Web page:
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Increase in COVID-19 hospitalizations jeopardizes Santa Barbara County reopening, including personal services
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Santa Barbara County

Increase in COVID-19 hospitalizations jeopardizes Santa Barbara County reopening, including personal services

Wine Stone Inn bar

Employees at the Wine Stone Inn, in Orcutt, prepare to open the bar last Friday. At least one Santa Barbara County supervisor favors allowing wine tasting rooms and wineries to continue serving food after the COVID-19 emergency ends.

Santa Barbara County’s plan to move into the third stage of reopening the economy Friday could be jeopardized by a recent spike in COVID-19 hospitalizations, according to a report delivered Tuesday to the Board of Supervisors.

At the same meeting, supervisors unanimously approved ordinance amendments that will temporarily suspend some development standards to make it easier for businesses to recover from the economic shutdown resulting from pandemic.

Public Health Department Director Van Do-Reynoso told the board the county is performing just 99.2% of the 675 daily coronavirus tests the state requires to maintain the current stage of reopening and move on to the next stage.

But the real issue is that the number of COVID-19 hospitalizations shouldn’t rise more than 10% per day, and the county’s rate recently rose 31.2%, Do-Reynoso said.

“We will be meeting with the state Wednesday to talk about the drivers of increasing hospitalization and what are our next steps,” she said, adding the county will be monitored until the rate of hospitalizations falls back into the required range.

Personal care businesses, including nail salons, tattoo parlors, body waxing and massage services, could be allowed to reopen Friday if they take all the necessary state and county steps to self-certify they meet county requirements — and if the county meets state reopening criteria.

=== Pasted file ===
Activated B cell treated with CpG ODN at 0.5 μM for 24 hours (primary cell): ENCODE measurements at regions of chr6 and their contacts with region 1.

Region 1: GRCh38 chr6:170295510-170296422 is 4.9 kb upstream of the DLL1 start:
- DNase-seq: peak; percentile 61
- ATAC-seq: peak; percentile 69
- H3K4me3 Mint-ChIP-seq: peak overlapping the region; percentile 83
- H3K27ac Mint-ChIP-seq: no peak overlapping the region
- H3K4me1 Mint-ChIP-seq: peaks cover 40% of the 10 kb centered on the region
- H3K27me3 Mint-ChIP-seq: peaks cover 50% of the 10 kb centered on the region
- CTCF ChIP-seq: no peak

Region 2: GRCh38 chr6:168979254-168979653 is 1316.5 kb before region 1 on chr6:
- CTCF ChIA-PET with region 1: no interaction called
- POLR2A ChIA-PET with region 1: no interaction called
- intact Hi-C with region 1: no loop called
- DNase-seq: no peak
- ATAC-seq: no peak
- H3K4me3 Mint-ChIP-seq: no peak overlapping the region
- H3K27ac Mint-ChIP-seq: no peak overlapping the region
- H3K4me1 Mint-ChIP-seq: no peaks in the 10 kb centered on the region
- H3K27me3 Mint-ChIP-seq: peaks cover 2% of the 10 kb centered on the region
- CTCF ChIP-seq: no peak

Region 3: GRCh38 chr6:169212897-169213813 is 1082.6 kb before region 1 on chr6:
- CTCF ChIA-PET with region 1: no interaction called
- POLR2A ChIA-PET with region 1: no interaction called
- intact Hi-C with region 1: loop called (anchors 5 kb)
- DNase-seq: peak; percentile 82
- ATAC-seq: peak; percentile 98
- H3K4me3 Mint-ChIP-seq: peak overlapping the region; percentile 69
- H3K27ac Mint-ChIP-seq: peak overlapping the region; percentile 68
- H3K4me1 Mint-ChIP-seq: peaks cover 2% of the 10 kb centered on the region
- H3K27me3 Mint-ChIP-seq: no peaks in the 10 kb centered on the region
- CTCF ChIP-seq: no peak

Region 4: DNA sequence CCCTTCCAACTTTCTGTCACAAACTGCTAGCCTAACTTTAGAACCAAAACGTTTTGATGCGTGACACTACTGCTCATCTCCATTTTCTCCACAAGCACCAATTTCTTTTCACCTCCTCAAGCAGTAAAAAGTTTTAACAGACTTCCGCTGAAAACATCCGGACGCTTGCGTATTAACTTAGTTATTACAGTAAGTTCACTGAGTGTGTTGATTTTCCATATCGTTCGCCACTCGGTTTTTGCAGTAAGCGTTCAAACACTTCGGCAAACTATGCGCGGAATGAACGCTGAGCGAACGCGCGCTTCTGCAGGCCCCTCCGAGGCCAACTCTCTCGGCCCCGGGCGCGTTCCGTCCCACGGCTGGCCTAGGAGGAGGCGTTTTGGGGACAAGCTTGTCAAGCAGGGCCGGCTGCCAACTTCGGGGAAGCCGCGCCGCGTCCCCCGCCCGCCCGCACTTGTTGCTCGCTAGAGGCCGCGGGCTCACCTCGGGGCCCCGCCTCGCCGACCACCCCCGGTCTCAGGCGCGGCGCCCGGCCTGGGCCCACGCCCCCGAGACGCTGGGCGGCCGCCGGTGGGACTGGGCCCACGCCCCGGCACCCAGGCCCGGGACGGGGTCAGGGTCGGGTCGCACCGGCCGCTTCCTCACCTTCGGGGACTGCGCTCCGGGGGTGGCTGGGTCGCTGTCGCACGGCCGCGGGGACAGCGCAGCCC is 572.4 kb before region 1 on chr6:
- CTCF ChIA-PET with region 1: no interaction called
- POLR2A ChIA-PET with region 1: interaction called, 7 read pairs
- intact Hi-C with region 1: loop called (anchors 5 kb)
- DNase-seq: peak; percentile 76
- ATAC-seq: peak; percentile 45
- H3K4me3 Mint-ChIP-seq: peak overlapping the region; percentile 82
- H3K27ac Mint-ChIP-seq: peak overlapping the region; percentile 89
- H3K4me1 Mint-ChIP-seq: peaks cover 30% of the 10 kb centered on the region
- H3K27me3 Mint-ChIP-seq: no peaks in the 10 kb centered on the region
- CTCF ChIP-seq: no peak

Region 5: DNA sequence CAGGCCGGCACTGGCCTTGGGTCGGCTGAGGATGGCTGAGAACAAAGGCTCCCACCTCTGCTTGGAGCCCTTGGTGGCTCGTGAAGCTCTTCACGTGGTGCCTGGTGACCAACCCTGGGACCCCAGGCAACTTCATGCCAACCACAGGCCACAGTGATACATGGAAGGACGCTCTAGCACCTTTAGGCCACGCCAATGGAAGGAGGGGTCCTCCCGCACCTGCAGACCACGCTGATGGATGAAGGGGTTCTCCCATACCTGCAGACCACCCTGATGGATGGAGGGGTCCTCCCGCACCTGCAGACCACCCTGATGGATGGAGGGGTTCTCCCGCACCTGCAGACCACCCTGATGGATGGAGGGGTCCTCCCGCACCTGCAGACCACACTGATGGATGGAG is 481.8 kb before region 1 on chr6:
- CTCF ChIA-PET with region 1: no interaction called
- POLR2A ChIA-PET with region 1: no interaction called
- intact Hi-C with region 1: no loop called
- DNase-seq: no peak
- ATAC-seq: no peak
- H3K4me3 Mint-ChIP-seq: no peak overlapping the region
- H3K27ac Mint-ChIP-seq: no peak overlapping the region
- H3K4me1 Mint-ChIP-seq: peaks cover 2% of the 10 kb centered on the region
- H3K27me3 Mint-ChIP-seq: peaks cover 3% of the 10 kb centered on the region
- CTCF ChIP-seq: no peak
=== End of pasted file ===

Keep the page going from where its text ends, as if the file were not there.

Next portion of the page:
As part of the regional approach to reopening, Santa Barbara County officials will meet with their counterparts from San Luis Obispo and Ventura counties to reach a decision on reopening personal services, she said, adding Ventura County supports a delay.

Nancy Anderson, assistant county executive officer, told the board that as of Friday, 2,645 county businesses have submitted self-certifications, with 2,240 of those in incorporated cities.

Dine-in restaurants are leading the top 10 reopening industries with 762 self-certifications, followed by 512 retail stores, 326 office spaces, 209 hair salons and barbershops, 151 limited service companies, 107 hotels and inns, 65 construction companies, 63 beverage businesses, 50 shopping malls and 48 agriculture and livestock operations.

Anderson said through the Small Business & Community Partnership Enhancement Program, the County Planning and Development Department has developed procedures to allow businesses to encroach on public right-of-way areas as well as private parking lots in the unincorporated areas.

Supervisors unanimously approved the introduction of the ordinances temporarily allowing the encroachment and suspending compliance with setbacks, maximum site coverage, minimum open space, parking and loading standards, signs, limitations on food service at wineries and tasting rooms and requirements that uses take place within an enclosed structure.

Third District Supervisor Joan Hartmann said she hoped the staff would assess which standards were relaxed without any problems, noting the outdoor uses created “a livelier street scene.”

“I’m very supportive of continuing with the winery option to serve food … ,” Hartmann said. “I think they’ve suffered tremendously from the shutdown, but I think this may provide additional opportunities, especially for locals, to visit [them].”

The temporary suspension of development standards will be effective until Dec. 16 or the end of the coronavirus emergency, whichever comes first.

Businesses can obtain encroachment applications and instructions at and more information by calling the Santa Maria office at 805-803-8750 or Santa Barbara office at 805-681-4990.

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